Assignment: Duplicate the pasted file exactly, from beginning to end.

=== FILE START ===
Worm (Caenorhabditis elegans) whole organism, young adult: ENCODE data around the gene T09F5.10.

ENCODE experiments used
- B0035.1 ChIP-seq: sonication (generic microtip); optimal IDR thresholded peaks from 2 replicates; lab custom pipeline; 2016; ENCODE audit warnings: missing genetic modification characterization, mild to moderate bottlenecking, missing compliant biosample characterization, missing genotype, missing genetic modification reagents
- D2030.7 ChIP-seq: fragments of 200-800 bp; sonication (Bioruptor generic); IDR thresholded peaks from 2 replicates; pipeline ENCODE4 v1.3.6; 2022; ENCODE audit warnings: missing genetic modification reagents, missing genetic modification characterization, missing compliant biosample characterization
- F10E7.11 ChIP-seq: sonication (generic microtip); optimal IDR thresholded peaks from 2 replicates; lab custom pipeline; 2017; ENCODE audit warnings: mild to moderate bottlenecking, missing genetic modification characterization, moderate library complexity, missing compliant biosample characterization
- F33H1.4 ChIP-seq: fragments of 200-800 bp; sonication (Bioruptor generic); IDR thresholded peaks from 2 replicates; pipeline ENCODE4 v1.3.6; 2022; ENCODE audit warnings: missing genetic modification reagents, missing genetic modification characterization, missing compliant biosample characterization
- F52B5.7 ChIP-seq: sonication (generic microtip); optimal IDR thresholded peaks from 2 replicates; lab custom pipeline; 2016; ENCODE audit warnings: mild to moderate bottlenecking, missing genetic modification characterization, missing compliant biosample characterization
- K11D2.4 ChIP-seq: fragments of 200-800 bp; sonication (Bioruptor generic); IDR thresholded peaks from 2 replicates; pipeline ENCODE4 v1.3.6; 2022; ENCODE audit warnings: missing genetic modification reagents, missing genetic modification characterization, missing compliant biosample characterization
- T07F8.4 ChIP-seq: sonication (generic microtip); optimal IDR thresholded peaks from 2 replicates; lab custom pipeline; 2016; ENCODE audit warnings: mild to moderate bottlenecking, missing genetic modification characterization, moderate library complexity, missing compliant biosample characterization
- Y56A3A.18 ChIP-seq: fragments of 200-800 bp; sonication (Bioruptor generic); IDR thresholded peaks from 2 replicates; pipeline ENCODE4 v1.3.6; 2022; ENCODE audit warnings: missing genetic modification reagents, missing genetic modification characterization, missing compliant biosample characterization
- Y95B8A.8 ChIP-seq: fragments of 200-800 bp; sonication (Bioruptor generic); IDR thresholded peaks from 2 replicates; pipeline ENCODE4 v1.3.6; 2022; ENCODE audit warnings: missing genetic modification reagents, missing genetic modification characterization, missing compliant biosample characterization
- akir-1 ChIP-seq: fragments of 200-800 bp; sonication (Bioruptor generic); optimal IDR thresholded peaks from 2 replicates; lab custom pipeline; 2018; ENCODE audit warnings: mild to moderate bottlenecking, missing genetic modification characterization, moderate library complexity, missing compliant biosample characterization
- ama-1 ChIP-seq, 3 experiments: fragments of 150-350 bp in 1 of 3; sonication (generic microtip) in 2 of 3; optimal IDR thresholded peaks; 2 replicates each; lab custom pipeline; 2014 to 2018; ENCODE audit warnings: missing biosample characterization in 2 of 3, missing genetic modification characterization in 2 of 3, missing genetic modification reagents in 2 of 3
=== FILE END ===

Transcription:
Worm (Caenorhabditis elegans) whole organism, young adult: ENCODE data around the gene T09F5.10.

ENCODE experiments used
- B0035.1 ChIP-seq: sonication (generic microtip); optimal IDR thresholded peaks from 2 replicates; lab custom pipeline; 2016; ENCODE audit warnings: missing genetic modification characterization, mild to moderate bottlenecking, missing compliant biosample characterization, missing genotype, missing genetic modification reagents
- D2030.7 ChIP-seq: fragments of 200-800 bp; sonication (Bioruptor generic); IDR thresholded peaks from 2 replicates; pipeline ENCODE4 v1.3.6; 2022; ENCODE audit warnings: missing genetic modification reagents, missing genetic modification characterization, missing compliant biosample characterization
- F10E7.11 ChIP-seq: sonication (generic microtip); optimal IDR thresholded peaks from 2 replicates; lab custom pipeline; 2017; ENCODE audit warnings: mild to moderate bottlenecking, missing genetic modification characterization, moderate library complexity, missing compliant biosample characterization
- F33H1.4 ChIP-seq: fragments of 200-800 bp; sonication (Bioruptor generic); IDR thresholded peaks from 2 replicates; pipeline ENCODE4 v1.3.6; 2022; ENCODE audit warnings: missing genetic modification reagents, missing genetic modification characterization, missing compliant biosample characterization
- F52B5.7 ChIP-seq: sonication (generic microtip); optimal IDR thresholded peaks from 2 replicates; lab custom pipeline; 2016; ENCODE audit warnings: mild to moderate bottlenecking, missing genetic modification characterization, missing compliant biosample characterization
- K11D2.4 ChIP-seq: fragments of 200-800 bp; sonication (Bioruptor generic); IDR thresholded peaks from 2 replicates; pipeline ENCODE4 v1.3.6; 2022; ENCODE audit warnings: missing genetic modification reagents, missing genetic modification characterization, missing compliant biosample characterization
- T07F8.4 ChIP-seq: sonication (generic microtip); optimal IDR thresholded peaks from 2 replicates; lab custom pipeline; 2016; ENCODE audit warnings: mild to moderate bottlenecking, missing genetic modification characterization, moderate library complexity, missing compliant biosample characterization
- Y56A3A.18 ChIP-seq: fragments of 200-800 bp; sonication (Bioruptor generic); IDR thresholded peaks from 2 replicates; pipeline ENCODE4 v1.3.6; 2022; ENCODE audit warnings: missing genetic modification reagents, missing genetic modification characterization, missing compliant biosample characterization
- Y95B8A.8 ChIP-seq: fragments of 200-800 bp; sonication (Bioruptor generic); IDR thresholded peaks from 2 replicates; pipeline ENCODE4 v1.3.6; 2022; ENCODE audit warnings: missing genetic modification reagents, missing genetic modification characterization, missing compliant biosample characterization
- akir-1 ChIP-seq: fragments of 200-800 bp; sonication (Bioruptor generic); optimal IDR thresholded peaks from 2 replicates; lab custom pipeline; 2018; ENCODE audit warnings: mild to moderate bottlenecking, missing genetic modification characterization, moderate library complexity, missing compliant biosample characterization
- ama-1 ChIP-seq, 3 experiments: fragments of 150-350 bp in 1 of 3; sonication (generic microtip) in 2 of 3; optimal IDR thresholded peaks; 2 replicates each; lab custom pipeline; 2014 to 2018; ENCODE audit warnings: missing biosample characterization in 2 of 3, missing genetic modification characterization in 2 of 3, missing genetic modification reagents in 2 of 3